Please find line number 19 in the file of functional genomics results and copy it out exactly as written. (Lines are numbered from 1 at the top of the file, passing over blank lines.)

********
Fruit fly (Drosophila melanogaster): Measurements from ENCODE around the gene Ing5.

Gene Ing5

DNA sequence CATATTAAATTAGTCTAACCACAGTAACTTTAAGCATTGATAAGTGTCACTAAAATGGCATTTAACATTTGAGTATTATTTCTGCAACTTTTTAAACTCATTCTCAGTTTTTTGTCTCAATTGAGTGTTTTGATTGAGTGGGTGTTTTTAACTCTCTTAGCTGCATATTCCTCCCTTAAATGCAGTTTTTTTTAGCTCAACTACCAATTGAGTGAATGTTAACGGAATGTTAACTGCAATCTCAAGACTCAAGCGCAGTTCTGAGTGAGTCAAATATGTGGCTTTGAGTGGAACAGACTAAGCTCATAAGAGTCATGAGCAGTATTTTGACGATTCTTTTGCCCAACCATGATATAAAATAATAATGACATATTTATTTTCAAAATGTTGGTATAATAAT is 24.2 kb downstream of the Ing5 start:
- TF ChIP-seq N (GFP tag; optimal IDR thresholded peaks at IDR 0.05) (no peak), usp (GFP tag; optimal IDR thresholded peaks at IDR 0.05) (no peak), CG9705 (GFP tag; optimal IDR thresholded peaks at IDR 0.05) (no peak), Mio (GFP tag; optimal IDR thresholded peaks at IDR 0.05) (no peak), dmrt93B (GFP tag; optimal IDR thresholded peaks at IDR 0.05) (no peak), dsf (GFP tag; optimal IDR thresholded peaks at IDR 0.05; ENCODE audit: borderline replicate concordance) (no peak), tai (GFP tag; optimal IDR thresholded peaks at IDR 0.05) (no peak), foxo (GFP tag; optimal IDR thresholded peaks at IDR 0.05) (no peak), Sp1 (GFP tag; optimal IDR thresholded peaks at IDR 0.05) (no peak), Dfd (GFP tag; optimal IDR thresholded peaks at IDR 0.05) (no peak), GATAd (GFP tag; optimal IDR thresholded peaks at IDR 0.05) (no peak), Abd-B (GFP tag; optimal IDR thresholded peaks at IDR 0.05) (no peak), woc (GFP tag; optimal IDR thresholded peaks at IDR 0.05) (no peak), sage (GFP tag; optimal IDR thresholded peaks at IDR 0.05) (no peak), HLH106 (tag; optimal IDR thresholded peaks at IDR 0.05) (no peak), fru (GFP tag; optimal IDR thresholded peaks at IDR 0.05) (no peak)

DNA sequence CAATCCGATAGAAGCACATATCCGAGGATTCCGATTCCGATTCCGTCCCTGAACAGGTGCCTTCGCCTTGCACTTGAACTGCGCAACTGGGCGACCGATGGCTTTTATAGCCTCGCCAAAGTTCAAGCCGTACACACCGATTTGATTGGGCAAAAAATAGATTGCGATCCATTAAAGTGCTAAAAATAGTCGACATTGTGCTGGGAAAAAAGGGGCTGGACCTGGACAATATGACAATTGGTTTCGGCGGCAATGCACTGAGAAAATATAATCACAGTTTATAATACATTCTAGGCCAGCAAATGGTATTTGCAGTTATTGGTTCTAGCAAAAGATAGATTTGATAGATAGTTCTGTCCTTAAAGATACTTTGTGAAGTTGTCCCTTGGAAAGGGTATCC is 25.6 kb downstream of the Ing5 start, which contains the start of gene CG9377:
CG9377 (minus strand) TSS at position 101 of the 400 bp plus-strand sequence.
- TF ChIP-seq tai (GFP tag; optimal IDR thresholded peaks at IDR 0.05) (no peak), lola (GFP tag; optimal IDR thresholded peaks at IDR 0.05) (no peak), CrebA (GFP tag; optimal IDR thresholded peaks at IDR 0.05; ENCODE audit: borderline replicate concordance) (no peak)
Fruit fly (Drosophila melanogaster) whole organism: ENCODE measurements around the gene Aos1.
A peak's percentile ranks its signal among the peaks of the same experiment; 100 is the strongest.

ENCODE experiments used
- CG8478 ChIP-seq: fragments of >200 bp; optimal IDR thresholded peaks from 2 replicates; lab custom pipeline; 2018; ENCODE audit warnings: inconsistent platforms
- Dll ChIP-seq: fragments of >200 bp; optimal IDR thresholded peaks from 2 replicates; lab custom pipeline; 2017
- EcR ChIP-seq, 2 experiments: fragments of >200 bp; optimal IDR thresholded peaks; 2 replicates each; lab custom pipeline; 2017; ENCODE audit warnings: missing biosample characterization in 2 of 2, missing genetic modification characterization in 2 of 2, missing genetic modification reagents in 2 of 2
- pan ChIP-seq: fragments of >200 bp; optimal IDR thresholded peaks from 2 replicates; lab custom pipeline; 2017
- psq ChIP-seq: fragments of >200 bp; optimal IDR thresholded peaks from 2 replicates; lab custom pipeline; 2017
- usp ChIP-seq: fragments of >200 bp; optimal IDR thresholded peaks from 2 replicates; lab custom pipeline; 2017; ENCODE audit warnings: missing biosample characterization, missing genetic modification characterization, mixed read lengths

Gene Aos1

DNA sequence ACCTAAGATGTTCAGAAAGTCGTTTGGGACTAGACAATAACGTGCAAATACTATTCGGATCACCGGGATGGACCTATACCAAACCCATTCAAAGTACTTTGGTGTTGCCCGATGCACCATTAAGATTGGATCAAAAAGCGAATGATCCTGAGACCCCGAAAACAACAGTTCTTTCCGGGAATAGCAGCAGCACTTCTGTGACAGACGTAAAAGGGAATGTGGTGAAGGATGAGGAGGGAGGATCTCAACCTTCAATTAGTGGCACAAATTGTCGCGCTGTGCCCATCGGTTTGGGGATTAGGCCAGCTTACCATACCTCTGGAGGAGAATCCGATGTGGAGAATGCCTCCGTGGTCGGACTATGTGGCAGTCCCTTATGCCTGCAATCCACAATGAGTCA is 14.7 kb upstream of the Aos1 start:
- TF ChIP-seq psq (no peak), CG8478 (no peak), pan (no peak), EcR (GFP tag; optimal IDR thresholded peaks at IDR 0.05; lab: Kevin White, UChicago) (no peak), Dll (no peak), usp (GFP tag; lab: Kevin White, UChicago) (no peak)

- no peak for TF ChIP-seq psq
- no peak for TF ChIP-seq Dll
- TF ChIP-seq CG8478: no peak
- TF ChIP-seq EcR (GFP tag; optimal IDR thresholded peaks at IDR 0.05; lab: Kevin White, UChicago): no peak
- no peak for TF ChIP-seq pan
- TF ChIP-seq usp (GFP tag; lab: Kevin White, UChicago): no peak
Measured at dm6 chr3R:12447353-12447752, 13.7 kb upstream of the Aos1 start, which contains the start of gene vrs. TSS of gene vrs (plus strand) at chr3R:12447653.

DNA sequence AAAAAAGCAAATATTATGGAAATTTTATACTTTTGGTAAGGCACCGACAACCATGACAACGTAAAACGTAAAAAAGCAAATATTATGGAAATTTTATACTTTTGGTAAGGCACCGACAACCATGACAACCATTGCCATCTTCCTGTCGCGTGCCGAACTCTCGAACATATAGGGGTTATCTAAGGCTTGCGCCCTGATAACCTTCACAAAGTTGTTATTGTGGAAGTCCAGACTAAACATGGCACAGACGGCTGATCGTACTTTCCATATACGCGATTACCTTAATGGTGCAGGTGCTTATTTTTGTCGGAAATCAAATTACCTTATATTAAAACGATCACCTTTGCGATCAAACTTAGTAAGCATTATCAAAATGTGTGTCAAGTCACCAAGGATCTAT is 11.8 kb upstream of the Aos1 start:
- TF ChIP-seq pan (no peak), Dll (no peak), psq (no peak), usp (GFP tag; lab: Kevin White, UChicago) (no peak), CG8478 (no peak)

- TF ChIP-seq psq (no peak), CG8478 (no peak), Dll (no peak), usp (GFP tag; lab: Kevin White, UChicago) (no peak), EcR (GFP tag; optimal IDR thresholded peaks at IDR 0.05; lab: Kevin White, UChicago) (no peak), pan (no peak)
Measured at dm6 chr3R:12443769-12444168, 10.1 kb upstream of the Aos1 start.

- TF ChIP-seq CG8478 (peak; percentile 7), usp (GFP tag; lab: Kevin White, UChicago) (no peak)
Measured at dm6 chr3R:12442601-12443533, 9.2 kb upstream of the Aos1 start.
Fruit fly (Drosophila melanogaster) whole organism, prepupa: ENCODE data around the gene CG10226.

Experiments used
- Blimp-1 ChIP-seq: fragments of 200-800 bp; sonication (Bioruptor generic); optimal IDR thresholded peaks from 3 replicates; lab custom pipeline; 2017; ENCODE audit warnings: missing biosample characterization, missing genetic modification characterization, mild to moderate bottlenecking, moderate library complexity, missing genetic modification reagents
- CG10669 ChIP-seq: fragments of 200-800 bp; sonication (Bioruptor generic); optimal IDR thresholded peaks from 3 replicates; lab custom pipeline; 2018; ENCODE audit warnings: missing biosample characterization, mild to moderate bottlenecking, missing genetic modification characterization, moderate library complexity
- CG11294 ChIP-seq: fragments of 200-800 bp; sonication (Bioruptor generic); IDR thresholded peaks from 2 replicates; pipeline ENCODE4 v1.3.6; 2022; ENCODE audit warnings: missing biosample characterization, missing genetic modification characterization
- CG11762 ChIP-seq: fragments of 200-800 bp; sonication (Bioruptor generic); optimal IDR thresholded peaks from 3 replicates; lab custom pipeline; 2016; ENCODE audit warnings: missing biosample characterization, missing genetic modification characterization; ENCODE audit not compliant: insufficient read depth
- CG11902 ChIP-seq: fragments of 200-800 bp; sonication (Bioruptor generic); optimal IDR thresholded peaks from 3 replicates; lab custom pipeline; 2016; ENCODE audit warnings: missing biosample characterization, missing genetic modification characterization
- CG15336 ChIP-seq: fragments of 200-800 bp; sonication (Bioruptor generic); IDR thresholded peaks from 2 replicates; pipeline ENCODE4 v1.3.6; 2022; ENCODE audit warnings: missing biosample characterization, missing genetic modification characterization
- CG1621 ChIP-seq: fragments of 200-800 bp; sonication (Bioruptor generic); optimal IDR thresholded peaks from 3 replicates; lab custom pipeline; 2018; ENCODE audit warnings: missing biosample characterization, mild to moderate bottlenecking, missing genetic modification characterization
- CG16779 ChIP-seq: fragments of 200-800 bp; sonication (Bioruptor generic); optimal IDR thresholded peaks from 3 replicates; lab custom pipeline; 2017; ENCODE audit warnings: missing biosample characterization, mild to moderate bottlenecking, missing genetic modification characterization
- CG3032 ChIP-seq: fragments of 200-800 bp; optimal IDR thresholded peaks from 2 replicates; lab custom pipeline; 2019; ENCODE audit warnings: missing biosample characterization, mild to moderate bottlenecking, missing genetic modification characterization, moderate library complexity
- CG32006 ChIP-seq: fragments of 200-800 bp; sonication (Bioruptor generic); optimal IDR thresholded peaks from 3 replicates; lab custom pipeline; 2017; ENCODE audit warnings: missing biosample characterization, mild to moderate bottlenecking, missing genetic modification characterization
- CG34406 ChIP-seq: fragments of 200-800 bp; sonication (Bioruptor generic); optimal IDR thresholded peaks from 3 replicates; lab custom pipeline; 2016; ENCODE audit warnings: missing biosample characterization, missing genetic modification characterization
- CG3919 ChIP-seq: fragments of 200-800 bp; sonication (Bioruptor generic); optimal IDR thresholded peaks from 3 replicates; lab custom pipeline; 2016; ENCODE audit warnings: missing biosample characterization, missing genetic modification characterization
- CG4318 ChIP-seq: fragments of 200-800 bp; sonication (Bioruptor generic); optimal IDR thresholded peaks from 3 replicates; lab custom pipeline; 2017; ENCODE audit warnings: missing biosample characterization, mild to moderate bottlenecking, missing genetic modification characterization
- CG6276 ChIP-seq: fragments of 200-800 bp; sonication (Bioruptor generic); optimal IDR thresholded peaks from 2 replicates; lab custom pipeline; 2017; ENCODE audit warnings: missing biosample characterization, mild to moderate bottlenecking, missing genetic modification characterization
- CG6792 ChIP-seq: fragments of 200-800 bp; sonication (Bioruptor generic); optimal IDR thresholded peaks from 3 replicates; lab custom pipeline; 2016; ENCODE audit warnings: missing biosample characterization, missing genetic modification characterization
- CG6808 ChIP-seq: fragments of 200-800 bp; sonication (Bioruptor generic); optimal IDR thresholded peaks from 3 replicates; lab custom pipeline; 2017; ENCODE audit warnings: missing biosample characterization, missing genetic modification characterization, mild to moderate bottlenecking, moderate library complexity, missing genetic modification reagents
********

- TF ChIP-seq psq (no peak), CG8478 (no peak), pan (no peak), EcR (GFP tag; optimal IDR thresholded peaks at IDR 0.05; lab: Kevin White, UChicago) (no peak), Dll (no peak), usp (GFP tag; lab: Kevin White, UChicago) (no peak)